The primary personal battle I fought after Nathan came home was maintaining my core mother identity in the face of other’s criticisms. My primary mothering battle this time is being content with the mother I am in the face of my own criticism. I struggle to let my ideals guide me, but not become gods.

There is no way to worship the god of being the ideal mother when you are crying in agony on the floor of the living room unable to pick up your children.

So I’m thankful for the gift of this pain. I’ll soak up some rest, quiet, and alone time. And I’ll take note of all the ways I’m able to love my boys and maintain attachment even from my bed. I’m grateful for them and the gift of these relationships.

And I hope I’m back on my feet soon.


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I recently read this little book called The Hen Who Dreamed She Could Fly. It’s about a chicken named Sprout and in the first few pages you learn that she named herself. When I read that she’d given herself her name I had to pause and think about it.

It is so rare in our culture to find people who are comfortable with naming themselves. I don’t mean literally naming themselves, of course. But figuratively, people have a hard time saying, “I am _______” without having some sort of outside justification or verification or authentication.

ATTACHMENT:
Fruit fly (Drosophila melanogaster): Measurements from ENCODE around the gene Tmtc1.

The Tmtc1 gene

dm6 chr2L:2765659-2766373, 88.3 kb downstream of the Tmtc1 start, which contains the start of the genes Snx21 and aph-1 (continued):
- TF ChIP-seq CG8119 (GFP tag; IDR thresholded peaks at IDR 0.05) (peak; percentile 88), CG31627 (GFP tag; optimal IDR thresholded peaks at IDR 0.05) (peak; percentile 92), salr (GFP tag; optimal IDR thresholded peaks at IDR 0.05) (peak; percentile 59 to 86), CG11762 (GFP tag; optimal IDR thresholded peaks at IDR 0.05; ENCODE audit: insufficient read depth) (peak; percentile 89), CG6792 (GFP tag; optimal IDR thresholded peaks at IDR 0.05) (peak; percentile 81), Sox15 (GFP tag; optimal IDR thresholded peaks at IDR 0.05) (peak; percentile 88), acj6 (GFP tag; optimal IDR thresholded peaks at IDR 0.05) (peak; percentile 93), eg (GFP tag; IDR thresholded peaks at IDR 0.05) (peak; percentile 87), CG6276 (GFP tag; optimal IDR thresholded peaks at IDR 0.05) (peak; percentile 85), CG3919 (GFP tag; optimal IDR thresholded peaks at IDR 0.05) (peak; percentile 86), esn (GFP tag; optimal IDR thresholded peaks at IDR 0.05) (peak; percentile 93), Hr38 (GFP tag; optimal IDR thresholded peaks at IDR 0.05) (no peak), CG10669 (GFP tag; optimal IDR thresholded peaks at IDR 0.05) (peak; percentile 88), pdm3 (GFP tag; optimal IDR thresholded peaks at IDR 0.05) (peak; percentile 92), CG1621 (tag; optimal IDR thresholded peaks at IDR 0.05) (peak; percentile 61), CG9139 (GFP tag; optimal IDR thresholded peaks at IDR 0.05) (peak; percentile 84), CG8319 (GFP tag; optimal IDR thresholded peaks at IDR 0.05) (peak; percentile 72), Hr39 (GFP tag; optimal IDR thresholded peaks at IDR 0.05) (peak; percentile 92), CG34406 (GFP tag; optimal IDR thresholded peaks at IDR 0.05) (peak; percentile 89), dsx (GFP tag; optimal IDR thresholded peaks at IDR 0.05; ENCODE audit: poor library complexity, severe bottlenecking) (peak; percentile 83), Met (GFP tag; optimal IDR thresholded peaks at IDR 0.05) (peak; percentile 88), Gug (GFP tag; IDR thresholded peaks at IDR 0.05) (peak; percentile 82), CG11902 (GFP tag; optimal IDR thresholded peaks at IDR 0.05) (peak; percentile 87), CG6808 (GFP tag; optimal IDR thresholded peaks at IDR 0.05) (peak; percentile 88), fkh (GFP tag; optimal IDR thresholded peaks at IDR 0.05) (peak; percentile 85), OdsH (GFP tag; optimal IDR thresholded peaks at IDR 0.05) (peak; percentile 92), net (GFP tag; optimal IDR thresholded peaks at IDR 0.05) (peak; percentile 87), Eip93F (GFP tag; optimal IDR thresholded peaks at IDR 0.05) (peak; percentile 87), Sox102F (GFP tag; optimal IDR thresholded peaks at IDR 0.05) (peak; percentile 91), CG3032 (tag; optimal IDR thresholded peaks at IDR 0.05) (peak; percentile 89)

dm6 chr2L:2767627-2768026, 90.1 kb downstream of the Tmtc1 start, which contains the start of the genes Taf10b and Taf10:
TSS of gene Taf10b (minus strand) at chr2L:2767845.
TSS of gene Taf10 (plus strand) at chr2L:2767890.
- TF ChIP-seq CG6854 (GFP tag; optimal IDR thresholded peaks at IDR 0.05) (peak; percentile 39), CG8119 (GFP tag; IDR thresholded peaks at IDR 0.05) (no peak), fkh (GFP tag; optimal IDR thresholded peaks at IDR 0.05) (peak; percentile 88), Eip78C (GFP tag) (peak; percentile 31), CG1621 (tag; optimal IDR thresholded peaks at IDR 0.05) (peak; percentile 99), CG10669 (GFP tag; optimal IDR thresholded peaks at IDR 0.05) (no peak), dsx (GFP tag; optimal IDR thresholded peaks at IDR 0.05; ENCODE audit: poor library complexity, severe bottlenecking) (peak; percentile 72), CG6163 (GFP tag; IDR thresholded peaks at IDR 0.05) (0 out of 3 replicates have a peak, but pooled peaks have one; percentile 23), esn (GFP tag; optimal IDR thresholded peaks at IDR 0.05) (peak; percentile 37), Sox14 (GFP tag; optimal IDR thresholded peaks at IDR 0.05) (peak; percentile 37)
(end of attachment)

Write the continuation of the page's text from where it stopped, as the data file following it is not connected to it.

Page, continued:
If someone says they are a teacher, we assume they have an education degree. When someone says they are an artist, we expect they have training in art. When someone says they are a mother, we expect they have a child that makes them so.

This outside naming serves a purpose for us as a community of people. Nobody wants to go to a doctor who is not licensed by a medical board. Nobody wants a lawyer who hasn’t passed the bar exam. Although if we stop and think we have to acknowledge that there are people with the skills to heal who did not go to medical school. And it’s possible to get good legal advice from non-lawyers.

Expecting outside verification of our inner selves has its downsides. It can limit us from owning the truth about ourselves and even from discovering who we really are.